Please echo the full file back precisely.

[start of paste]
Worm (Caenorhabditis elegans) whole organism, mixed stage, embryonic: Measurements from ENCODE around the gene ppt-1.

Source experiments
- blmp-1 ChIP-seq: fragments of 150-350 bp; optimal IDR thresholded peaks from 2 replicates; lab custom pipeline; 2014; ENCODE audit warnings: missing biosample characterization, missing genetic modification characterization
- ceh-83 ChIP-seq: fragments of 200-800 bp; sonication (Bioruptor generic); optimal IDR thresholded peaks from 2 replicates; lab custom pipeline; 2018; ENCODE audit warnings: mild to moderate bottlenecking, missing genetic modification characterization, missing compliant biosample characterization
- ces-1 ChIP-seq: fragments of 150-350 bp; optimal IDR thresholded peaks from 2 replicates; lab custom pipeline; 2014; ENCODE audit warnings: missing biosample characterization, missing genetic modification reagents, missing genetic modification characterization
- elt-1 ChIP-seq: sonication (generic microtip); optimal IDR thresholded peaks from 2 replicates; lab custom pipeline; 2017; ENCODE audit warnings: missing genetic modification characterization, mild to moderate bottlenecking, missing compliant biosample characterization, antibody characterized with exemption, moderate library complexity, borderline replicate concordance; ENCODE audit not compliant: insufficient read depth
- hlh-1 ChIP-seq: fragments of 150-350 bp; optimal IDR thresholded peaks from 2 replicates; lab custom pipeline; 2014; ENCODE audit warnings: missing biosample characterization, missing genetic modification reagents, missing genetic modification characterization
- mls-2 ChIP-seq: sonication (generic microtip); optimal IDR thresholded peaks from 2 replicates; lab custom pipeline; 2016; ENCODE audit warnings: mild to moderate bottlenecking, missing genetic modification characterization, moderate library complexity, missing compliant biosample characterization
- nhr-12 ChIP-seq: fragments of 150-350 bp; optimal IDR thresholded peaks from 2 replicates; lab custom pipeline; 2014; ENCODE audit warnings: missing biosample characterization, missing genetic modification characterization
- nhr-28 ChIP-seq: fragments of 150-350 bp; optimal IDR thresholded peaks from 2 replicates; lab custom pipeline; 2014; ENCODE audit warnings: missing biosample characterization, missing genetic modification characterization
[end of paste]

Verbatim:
Worm (Caenorhabditis elegans) whole organism, mixed stage, embryonic: Measurements from ENCODE around the gene ppt-1.

Source experiments
- blmp-1 ChIP-seq: fragments of 150-350 bp; optimal IDR thresholded peaks from 2 replicates; lab custom pipeline; 2014; ENCODE audit warnings: missing biosample characterization, missing genetic modification characterization
- ceh-83 ChIP-seq: fragments of 200-800 bp; sonication (Bioruptor generic); optimal IDR thresholded peaks from 2 replicates; lab custom pipeline; 2018; ENCODE audit warnings: mild to moderate bottlenecking, missing genetic modification characterization, missing compliant biosample characterization
- ces-1 ChIP-seq: fragments of 150-350 bp; optimal IDR thresholded peaks from 2 replicates; lab custom pipeline; 2014; ENCODE audit warnings: missing biosample characterization, missing genetic modification reagents, missing genetic modification characterization
- elt-1 ChIP-seq: sonication (generic microtip); optimal IDR thresholded peaks from 2 replicates; lab custom pipeline; 2017; ENCODE audit warnings: missing genetic modification characterization, mild to moderate bottlenecking, missing compliant biosample characterization, antibody characterized with exemption, moderate library complexity, borderline replicate concordance; ENCODE audit not compliant: insufficient read depth
- hlh-1 ChIP-seq: fragments of 150-350 bp; optimal IDR thresholded peaks from 2 replicates; lab custom pipeline; 2014; ENCODE audit warnings: missing biosample characterization, missing genetic modification reagents, missing genetic modification characterization
- mls-2 ChIP-seq: sonication (generic microtip); optimal IDR thresholded peaks from 2 replicates; lab custom pipeline; 2016; ENCODE audit warnings: mild to moderate bottlenecking, missing genetic modification characterization, moderate library complexity, missing compliant biosample characterization
- nhr-12 ChIP-seq: fragments of 150-350 bp; optimal IDR thresholded peaks from 2 replicates; lab custom pipeline; 2014; ENCODE audit warnings: missing biosample characterization, missing genetic modification characterization
- nhr-28 ChIP-seq: fragments of 150-350 bp; optimal IDR thresholded peaks from 2 replicates; lab custom pipeline; 2014; ENCODE audit warnings: missing biosample characterization, missing genetic modification characterization